Published: June 29 2005
Europe is in crisis. Yet never have its peoples so forcefully expressed their hope to see a Europe of values and determination, capable of addressing their social imperatives, being built. True to our continent’s history and our vision of the future, France wants to move forward with them on the path mapped by Jacques Chirac, French president.
All around, states are organising to get the most out of globalisation. India is moving closer to China; Brazil, South Africa and other emerging countries conduct one-third of their foreign trade with each other; South American countries are developing economic ties. We must be able to defend our political, economic and social interests, presenting a united front.
This is imperative for security: in the face of the terrorist threat, the risk of biological, chemical and nuclear weapons proliferation and illegal immigration, there can be only a collective response. This is imperative for growth and jobs: it was European collective pressure that allowed us to cut Chinese textile imports. This is imperative for gaining control of our future: the cost of research investments is too heavy for a single country. Becoming or staying the best in health, agri-foodstuffs, advanced materials and aerospace requires us to pool capabilities. It is an imperative finally for the defence of our values: democracy, human rights and cultural diversity are founding characteristics of our common project.
Either we give ourselves the resources to build this new political Europe, or we resign ourselves to making our continent a vast free-trade area, governed by the rules of competition. Everyone must put an end to the ambiguity through action. We need ambitious projects.
First: European economic governance. Europe is the world’s leading trade power. Twelve member states, including France, have created a stable and protective currency: the euro. And yet growth remains below that of the US and Asia and unemployment is still high. So I propose a dialogue between the eurogroup and the European Central Bank to define, while respecting the ECB’s independence, a genuine European economic government for eurozone countries. I also suggest that we consider together the economic challenges confronting Europe: given the oil price rise, for example, how can it be that we have not yet had a debate on managing strategic reserves?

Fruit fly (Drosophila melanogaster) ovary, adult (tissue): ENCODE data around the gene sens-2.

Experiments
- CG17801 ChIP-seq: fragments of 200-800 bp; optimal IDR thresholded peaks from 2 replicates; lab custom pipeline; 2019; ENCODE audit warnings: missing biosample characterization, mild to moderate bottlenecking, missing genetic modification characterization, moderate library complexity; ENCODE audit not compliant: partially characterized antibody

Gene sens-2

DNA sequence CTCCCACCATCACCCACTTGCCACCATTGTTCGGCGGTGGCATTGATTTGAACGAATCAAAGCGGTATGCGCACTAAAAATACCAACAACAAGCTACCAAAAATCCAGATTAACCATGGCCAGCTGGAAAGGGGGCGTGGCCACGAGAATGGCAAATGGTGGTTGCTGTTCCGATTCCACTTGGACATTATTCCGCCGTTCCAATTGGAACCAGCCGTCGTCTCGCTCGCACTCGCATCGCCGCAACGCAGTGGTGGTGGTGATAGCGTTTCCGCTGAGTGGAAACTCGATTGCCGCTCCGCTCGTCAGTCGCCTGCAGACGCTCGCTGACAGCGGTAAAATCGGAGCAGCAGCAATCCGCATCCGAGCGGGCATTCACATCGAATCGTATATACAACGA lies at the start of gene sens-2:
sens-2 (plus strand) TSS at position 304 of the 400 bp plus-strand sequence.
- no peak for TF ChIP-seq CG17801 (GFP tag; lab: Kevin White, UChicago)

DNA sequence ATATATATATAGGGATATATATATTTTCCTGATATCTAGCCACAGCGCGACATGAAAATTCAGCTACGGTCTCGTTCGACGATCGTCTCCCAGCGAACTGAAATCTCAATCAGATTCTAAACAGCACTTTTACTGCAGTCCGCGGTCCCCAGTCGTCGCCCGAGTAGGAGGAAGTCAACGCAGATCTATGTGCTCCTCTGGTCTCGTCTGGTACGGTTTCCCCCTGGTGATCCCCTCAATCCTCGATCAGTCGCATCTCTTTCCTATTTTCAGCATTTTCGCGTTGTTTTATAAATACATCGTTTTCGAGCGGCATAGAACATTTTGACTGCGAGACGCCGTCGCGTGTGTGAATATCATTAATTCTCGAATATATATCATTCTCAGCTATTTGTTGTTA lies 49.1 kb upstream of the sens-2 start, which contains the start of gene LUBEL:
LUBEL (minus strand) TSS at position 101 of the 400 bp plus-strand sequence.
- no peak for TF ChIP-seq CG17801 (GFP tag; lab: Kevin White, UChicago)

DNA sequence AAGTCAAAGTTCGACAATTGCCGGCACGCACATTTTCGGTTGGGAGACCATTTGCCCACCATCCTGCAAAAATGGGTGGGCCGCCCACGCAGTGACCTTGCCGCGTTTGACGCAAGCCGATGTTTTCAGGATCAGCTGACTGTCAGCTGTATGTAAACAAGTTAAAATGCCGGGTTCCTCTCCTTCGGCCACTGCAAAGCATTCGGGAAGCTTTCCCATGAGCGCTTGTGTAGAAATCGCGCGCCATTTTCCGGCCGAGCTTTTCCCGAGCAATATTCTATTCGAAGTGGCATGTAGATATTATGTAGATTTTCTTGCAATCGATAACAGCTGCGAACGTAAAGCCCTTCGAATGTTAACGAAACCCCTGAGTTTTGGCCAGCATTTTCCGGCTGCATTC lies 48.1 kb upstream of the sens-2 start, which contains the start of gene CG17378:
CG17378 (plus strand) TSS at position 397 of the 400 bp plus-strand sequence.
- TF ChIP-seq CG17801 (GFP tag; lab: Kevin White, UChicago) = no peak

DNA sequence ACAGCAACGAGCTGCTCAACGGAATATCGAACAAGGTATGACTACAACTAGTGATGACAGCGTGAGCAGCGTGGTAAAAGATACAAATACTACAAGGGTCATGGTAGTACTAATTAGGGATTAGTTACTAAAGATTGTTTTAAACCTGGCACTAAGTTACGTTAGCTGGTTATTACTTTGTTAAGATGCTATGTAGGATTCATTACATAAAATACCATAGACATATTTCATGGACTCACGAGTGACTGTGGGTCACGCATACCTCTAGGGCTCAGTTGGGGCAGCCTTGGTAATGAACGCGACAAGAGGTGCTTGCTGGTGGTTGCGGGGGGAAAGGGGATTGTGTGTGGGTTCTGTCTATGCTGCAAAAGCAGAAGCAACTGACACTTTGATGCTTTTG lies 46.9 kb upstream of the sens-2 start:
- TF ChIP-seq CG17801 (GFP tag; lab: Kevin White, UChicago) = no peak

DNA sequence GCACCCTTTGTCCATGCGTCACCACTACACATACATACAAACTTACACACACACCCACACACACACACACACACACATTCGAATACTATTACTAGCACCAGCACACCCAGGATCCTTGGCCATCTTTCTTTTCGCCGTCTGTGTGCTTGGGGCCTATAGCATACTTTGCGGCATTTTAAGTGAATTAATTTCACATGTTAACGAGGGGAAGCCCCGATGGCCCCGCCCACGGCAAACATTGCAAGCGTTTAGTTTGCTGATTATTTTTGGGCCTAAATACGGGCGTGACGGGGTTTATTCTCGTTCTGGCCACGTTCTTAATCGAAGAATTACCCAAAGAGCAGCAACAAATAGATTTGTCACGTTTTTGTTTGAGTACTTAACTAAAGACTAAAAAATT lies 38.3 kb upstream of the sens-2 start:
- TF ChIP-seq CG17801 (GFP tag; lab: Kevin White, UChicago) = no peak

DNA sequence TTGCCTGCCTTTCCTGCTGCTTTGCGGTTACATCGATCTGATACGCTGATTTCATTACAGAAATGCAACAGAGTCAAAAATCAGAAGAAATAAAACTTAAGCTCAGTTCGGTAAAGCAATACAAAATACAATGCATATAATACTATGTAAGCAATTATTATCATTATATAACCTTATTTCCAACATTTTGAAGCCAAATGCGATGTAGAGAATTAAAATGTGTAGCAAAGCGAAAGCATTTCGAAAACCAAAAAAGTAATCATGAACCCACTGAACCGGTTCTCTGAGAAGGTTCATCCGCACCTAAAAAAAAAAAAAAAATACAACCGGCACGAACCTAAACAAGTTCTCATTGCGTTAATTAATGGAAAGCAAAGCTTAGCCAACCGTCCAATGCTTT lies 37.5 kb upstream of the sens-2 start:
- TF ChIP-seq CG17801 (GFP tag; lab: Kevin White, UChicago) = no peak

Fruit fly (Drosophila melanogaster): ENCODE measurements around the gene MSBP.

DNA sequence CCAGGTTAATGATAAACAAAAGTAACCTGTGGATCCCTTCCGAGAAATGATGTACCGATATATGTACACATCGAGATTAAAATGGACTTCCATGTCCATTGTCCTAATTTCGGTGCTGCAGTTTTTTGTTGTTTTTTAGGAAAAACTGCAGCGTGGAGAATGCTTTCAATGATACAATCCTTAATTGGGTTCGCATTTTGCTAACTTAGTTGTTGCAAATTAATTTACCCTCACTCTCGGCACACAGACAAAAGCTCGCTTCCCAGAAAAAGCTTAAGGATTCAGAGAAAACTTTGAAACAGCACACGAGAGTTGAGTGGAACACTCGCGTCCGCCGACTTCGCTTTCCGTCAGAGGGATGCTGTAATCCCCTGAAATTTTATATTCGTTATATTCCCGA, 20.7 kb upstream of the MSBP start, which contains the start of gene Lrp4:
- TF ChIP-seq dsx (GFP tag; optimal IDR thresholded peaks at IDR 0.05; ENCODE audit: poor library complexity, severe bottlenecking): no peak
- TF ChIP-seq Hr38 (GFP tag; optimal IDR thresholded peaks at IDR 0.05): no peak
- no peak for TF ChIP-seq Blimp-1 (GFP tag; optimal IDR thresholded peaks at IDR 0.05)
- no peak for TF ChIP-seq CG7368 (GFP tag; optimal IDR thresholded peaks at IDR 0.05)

Second: agriculture. It has made Europe independent with regard to food supply, made Europe the world’s second-largest agricultural power, and given it huge economic power. At a time when the food problem is becoming urgent worldwide, we have to strengthen our agriculture while pursuing its adaptation. European consumers want to be sure they will not encounter supply or health problems and that prices will remain affordable: only the Common Agricultural Policy enables us to take up these challenges.
Third: innovation and research. There are not, on one side, “old” Europeans committed to the CAP and, on the other, “modern” Europeans defending the Lisbon strategy. We are all looking to the future, as the siting of the Iter research reactor in Cadarache demonstrates. But to address under-exploitation of European strengths in physics, mathematics and chemistry, I propose the creation in France of one or two European research and technology institutes. They will be open to all European states wishing to participate. In France we have decided to create “competitiveness centres” to bring together high-level, but widely dispersed skills: why should they not take on a European dimension?
Fourth: European security. Police co-operation, exchanges of intelligence and border controls form the basis of internal security: in this framework Britain, Germany, Spain, Italy and France are moving forward. On defence, progress achieved must serve as a basis for still-closer co-operation.
Fifth: European democracy. Identity has been forged through support for common values. Student exchanges under the Erasmus programme are strengthening this feeling, paving the way for the emergence of a European democracy. But this programme is confined to a limited number. The European voluntary service is itself embryonic. So I propose a debate on creating a genuine European service, which would give all young Europeans the opportunity of working in the humanitarian sector or emergency services outside their home countries.
Europe’s peoples have never been so close. Like France and Germany, they want political leaders to come to find solutions rather than just raise issues. Mr Chirac paved the way at the Brussels summit by accepting a budget compromise, just as he had accepted a compromise on the CAP in 2002. Europe must take the initiative. Our peoples want a new political Europe, with a capacity for action, a conscience and a moral code. Europe has become the testing ground for new political, economic and social ideas. Let Europe speak out.
The writer is prime minister of France